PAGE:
The FIFA Women’s World Cup Australia-New Zealand 2023 is just two games away from the semifinals and final, and the Australian media has been dogged by a “spying” controversy.
The hosts defeated European powerhouse France in a penalty shootout to become the first Asian nation to reach the last four in Australian women’s soccer history.
After Spain’s 2-1 victory over Sweden on Friday to reach their first ever final, the Aussies will face defending champions England in the semifinals at 7 p.m. ET on Saturday.
With the Australian women’s soccer team, affectionately known as “Matilda,” receiving national support, anticipation is high ahead of the semifinal, and the media is in the thick of the action. The Australian Daily Telegraph even flew a “reconnaissance” helicopter over the team’s Sydney training camp. The helicopter captured footage of a closed-door training session and published the photos under the headline “11 lionesses taking on a nation: Welcome to the jungle, lionesses”. The photo shows England coach Sarina Wigman and her staff checking the players’ physical condition.
‘If England think they can fly into a World Cup semi-final unharmed, they are in for a rude shock,’ the Telegraph taunted. ‘We have launched a helicopter to see how our nemesis is preparing. Welcome to the jungle. Lionesses. We have fun and games,’ he added. ‘This may not be in the spirit of football, but after last month’s men’s Ashes cricket series, we expect England, the moral arbiter, to make its own judgment about what is and is not acceptable in the world of sport,’ he continued. The controversial ball-tampering during England’s fifth Test against Australia in the Ashes, which was revisited after England’s victory. Veteran cricketer David Warner tweeted ahead of the semi-final: ‘Good luck Matildas. Keep an eye on England, they might ask you to change the ball,’ along with a sarcastic comment.스포츠토토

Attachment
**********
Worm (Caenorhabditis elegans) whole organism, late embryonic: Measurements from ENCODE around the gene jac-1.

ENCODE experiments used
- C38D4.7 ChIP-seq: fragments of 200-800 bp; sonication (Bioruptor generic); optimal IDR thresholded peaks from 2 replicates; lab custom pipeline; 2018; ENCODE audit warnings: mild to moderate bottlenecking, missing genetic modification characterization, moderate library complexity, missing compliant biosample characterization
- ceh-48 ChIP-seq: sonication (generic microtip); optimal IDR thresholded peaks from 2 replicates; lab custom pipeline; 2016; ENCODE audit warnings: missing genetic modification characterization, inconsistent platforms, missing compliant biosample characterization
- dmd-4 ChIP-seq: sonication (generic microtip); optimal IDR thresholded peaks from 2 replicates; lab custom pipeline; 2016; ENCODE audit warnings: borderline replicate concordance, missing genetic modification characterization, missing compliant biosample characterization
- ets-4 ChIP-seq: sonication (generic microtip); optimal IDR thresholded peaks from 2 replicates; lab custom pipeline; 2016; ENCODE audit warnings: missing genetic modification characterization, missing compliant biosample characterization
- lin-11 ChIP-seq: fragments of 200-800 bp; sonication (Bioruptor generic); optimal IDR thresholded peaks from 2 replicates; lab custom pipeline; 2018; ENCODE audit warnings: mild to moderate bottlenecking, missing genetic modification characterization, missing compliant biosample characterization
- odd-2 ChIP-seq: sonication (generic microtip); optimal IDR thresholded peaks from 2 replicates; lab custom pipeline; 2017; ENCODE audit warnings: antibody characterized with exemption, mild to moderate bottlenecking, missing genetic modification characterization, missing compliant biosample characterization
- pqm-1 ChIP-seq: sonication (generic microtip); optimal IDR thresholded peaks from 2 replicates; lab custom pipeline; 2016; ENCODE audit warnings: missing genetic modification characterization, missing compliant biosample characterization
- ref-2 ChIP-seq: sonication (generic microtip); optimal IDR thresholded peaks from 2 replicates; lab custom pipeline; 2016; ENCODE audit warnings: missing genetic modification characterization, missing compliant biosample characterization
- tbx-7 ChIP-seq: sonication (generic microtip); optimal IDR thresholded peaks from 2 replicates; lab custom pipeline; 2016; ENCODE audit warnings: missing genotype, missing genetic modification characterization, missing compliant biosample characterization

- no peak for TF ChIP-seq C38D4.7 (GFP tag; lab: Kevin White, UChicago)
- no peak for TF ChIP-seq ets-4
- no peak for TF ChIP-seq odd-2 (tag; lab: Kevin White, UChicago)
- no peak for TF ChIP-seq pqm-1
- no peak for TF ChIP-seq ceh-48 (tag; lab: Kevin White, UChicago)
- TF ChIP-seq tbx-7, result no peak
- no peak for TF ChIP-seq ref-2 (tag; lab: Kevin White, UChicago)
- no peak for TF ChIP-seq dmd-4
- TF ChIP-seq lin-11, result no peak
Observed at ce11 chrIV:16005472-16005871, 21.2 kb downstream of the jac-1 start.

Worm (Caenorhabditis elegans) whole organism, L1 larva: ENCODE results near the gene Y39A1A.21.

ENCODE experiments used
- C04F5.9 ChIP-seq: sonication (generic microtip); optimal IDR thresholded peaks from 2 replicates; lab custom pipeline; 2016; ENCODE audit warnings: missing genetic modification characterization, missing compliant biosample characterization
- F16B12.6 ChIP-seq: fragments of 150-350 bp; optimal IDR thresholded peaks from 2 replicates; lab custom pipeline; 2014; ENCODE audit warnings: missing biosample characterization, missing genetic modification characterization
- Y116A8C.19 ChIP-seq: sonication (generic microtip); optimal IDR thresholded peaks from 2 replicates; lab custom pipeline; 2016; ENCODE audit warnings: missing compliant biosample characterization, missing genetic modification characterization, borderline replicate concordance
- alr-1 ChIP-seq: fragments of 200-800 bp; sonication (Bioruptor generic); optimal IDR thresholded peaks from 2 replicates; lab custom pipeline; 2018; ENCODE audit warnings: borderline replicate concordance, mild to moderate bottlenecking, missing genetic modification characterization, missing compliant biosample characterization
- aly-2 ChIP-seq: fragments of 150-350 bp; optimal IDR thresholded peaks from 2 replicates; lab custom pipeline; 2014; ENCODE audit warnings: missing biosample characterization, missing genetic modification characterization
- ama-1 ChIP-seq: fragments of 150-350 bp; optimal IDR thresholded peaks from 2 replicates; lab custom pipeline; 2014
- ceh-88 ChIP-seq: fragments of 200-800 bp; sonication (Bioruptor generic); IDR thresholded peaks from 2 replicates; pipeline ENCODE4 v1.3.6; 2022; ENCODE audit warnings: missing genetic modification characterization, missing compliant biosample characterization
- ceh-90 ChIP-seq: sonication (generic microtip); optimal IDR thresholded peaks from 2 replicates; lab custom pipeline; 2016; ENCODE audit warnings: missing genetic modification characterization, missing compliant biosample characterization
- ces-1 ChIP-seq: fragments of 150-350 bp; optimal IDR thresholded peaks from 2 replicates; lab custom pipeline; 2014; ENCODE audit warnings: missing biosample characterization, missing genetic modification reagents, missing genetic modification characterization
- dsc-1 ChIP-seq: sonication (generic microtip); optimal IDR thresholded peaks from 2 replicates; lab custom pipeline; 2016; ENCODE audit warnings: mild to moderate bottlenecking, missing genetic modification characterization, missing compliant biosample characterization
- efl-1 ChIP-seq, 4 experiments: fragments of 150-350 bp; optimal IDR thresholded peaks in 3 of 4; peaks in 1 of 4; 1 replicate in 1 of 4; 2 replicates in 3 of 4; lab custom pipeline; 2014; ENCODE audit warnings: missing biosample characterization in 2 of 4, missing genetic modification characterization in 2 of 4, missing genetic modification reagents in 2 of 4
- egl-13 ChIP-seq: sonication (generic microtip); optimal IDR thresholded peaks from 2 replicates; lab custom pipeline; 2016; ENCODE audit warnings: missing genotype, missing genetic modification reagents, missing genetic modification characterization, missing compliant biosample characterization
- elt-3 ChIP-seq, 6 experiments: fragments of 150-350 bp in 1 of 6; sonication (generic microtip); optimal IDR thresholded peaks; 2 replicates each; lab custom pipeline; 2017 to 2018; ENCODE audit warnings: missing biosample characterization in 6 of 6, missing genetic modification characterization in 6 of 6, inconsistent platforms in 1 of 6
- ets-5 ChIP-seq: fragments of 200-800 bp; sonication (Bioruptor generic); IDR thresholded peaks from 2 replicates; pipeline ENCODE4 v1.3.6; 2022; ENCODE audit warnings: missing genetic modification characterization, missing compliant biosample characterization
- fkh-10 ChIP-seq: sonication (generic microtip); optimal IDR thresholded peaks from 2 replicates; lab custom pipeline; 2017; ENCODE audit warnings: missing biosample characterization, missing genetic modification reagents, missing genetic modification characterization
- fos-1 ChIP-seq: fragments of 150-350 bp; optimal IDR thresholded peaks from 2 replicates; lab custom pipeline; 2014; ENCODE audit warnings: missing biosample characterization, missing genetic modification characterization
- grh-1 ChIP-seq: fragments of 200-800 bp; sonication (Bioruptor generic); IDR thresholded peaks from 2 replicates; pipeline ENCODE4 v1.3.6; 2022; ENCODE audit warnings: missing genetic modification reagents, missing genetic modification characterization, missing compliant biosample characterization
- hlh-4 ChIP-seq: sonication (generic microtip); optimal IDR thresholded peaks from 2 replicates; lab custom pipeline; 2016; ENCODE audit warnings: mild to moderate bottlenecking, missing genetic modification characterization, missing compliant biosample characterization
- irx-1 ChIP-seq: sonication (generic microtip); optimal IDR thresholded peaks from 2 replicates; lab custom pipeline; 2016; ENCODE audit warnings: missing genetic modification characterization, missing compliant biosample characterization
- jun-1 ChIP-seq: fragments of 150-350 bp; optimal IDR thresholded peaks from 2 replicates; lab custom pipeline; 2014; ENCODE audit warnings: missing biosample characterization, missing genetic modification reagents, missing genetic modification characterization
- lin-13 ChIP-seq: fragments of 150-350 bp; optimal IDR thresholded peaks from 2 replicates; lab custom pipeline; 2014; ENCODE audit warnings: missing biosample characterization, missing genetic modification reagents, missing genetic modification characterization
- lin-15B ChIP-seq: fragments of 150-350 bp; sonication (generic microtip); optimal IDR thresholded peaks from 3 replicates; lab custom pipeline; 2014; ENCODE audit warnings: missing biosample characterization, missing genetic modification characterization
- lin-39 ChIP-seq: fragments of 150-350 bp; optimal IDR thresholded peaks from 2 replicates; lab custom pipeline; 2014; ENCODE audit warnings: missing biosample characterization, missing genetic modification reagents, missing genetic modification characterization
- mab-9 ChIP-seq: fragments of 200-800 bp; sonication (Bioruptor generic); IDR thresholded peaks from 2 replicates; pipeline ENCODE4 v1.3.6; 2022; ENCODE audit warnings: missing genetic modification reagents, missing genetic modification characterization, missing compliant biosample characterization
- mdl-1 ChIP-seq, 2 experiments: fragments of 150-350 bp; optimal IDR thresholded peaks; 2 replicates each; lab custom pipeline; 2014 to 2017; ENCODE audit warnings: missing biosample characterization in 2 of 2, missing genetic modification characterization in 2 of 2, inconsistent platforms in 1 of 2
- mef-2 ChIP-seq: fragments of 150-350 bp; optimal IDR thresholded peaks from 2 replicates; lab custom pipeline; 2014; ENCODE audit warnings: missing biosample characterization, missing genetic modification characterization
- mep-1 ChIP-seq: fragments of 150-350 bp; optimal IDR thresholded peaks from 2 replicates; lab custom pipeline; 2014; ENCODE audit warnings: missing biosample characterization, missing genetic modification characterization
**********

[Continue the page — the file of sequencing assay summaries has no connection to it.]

While the Football Association has declined to comment on the incident, Australia is in a festive mood ahead of their semifinal against England. Australia’s dramatic run to the quarterfinals has energized a nation that loves its sport and is passionate about its sporting rivalry with England. The women’s soccer semifinal against the European champions is seen as an extension of the Ashes, a cricketing rivalry that dates back to the 1800s. Expectations are high for the hosts, who have already drawn more than 75,000 spectators twice this tournament, to break the record for the largest crowd in a semifinal against England.